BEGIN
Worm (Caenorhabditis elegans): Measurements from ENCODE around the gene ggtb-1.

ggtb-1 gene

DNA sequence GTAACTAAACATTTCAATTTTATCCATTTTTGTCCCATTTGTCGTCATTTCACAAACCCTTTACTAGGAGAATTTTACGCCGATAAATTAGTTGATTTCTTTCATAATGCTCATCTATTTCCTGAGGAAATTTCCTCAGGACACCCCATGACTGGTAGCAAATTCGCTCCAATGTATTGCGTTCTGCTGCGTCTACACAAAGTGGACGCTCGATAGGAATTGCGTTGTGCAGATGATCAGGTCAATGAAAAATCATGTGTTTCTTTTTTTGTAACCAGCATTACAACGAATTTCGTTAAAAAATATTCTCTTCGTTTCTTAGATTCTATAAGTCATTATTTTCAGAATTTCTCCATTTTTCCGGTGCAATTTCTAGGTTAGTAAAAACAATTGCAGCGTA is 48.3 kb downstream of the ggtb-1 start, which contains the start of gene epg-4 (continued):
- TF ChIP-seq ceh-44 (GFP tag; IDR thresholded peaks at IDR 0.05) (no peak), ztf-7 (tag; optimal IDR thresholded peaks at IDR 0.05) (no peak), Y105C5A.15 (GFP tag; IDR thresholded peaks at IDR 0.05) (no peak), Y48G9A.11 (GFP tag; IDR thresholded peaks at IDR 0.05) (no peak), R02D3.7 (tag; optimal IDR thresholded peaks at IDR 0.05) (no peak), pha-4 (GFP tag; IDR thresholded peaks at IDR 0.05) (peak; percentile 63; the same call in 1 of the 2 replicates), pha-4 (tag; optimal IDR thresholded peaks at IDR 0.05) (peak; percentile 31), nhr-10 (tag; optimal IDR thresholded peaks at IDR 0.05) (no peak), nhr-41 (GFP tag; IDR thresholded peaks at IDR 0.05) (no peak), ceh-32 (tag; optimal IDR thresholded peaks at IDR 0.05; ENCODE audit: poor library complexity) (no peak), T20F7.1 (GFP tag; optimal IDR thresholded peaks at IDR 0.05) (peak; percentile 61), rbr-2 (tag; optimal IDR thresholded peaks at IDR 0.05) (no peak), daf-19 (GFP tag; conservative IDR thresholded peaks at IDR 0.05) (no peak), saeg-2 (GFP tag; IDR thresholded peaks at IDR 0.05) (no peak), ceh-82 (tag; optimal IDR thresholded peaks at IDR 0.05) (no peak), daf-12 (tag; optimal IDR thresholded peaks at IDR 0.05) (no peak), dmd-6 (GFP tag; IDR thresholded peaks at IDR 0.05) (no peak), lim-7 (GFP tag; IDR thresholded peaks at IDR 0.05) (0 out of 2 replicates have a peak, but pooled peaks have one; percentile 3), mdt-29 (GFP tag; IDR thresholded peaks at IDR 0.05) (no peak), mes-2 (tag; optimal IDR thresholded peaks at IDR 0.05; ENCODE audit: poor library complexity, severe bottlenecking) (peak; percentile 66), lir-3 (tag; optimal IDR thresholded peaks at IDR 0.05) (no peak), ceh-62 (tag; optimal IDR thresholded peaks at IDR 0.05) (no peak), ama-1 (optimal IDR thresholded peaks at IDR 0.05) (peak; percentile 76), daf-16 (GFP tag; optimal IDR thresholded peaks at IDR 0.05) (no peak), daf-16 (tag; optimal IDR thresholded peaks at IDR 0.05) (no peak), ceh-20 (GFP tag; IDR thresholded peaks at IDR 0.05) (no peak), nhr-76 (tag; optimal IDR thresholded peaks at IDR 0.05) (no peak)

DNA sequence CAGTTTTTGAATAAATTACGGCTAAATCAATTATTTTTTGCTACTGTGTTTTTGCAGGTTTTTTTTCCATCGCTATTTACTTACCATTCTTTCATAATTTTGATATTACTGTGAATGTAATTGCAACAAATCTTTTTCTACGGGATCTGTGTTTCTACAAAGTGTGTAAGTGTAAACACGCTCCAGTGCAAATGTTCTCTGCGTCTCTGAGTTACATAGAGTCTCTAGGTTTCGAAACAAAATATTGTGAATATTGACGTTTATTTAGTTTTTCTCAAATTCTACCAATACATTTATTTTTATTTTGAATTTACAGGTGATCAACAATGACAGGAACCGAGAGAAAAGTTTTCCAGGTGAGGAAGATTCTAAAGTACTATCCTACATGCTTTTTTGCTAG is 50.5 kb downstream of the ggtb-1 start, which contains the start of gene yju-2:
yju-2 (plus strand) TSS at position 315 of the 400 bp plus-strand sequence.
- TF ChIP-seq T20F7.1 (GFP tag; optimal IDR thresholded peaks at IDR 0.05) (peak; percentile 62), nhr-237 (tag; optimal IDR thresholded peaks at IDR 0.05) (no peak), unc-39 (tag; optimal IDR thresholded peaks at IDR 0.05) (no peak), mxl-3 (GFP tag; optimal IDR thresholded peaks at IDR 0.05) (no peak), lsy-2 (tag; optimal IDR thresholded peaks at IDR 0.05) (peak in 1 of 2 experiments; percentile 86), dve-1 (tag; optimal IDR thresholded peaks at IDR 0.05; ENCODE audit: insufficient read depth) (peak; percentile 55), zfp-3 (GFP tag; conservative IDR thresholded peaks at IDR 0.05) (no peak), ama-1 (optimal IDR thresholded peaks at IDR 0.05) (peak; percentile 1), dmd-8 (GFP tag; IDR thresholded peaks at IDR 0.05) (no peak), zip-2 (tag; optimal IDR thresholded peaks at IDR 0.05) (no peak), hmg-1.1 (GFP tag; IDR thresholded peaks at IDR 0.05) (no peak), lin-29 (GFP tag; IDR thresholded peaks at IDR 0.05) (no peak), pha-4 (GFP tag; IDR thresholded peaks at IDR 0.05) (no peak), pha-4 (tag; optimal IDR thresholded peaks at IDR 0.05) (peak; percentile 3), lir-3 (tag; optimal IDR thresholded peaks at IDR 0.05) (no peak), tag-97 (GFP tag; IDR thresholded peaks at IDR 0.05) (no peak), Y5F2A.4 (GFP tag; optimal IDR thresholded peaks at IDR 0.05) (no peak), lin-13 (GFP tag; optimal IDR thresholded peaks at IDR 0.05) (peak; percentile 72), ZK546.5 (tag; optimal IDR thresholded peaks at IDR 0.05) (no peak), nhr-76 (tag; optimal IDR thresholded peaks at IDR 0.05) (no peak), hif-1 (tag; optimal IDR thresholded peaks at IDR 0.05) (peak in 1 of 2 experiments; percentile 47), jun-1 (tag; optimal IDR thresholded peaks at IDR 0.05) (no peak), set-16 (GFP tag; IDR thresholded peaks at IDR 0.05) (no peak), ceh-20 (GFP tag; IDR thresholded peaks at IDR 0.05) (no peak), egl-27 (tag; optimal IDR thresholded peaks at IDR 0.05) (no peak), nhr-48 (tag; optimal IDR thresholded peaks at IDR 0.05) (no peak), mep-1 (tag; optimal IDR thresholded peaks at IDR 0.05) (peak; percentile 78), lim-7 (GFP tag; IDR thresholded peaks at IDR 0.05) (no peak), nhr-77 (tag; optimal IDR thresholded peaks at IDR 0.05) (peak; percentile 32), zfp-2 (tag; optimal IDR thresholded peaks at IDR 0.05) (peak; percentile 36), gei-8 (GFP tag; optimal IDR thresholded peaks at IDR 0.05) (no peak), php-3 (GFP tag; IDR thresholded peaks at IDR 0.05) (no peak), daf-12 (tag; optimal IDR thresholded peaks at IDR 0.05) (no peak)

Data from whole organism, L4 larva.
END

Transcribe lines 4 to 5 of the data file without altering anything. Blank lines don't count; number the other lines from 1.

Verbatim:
- TF ChIP-seq ceh-44 (GFP tag; IDR thresholded peaks at IDR 0.05) (no peak), ztf-7 (tag; optimal IDR thresholded peaks at IDR 0.05) (no peak), Y105C5A.15 (GFP tag; IDR thresholded peaks at IDR 0.05) (no peak), Y48G9A.11 (GFP tag; IDR thresholded peaks at IDR 0.05) (no peak), R02D3.7 (tag; optimal IDR thresholded peaks at IDR 0.05) (no peak), pha-4 (GFP tag; IDR thresholded peaks at IDR 0.05) (peak; percentile 63; the same call in 1 of the 2 replicates), pha-4 (tag; optimal IDR thresholded peaks at IDR 0.05) (peak; percentile 31), nhr-10 (tag; optimal IDR thresholded peaks at IDR 0.05) (no peak), nhr-41 (GFP tag; IDR thresholded peaks at IDR 0.05) (no peak), ceh-32 (tag; optimal IDR thresholded peaks at IDR 0.05; ENCODE audit: poor library complexity) (no peak), T20F7.1 (GFP tag; optimal IDR thresholded peaks at IDR 0.05) (peak; percentile 61), rbr-2 (tag; optimal IDR thresholded peaks at IDR 0.05) (no peak), daf-19 (GFP tag; conservative IDR thresholded peaks at IDR 0.05) (no peak), saeg-2 (GFP tag; IDR thresholded peaks at IDR 0.05) (no peak), ceh-82 (tag; optimal IDR thresholded peaks at IDR 0.05) (no peak), daf-12 (tag; optimal IDR thresholded peaks at IDR 0.05) (no peak), dmd-6 (GFP tag; IDR thresholded peaks at IDR 0.05) (no peak), lim-7 (GFP tag; IDR thresholded peaks at IDR 0.05) (0 out of 2 replicates have a peak, but pooled peaks have one; percentile 3), mdt-29 (GFP tag; IDR thresholded peaks at IDR 0.05) (no peak), mes-2 (tag; optimal IDR thresholded peaks at IDR 0.05; ENCODE audit: poor library complexity, severe bottlenecking) (peak; percentile 66), lir-3 (tag; optimal IDR thresholded peaks at IDR 0.05) (no peak), ceh-62 (tag; optimal IDR thresholded peaks at IDR 0.05) (no peak), ama-1 (optimal IDR thresholded peaks at IDR 0.05) (peak; percentile 76), daf-16 (GFP tag; optimal IDR thresholded peaks at IDR 0.05) (no peak), daf-16 (tag; optimal IDR thresholded peaks at IDR 0.05) (no peak), ceh-20 (GFP tag; IDR thresholded peaks at IDR 0.05) (no peak), nhr-76 (tag; optimal IDR thresholded peaks at IDR 0.05) (no peak)

DNA sequence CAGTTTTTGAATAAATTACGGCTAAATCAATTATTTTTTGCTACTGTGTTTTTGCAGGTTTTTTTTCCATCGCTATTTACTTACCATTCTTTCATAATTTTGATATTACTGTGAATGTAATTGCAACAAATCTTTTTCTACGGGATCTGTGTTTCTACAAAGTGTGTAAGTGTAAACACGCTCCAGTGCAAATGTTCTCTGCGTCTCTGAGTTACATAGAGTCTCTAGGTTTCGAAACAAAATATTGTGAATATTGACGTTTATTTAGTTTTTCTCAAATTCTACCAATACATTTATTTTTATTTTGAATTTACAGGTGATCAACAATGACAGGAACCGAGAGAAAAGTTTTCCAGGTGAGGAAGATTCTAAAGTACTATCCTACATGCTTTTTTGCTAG is 50.5 kb downstream of the ggtb-1 start, which contains the start of gene yju-2: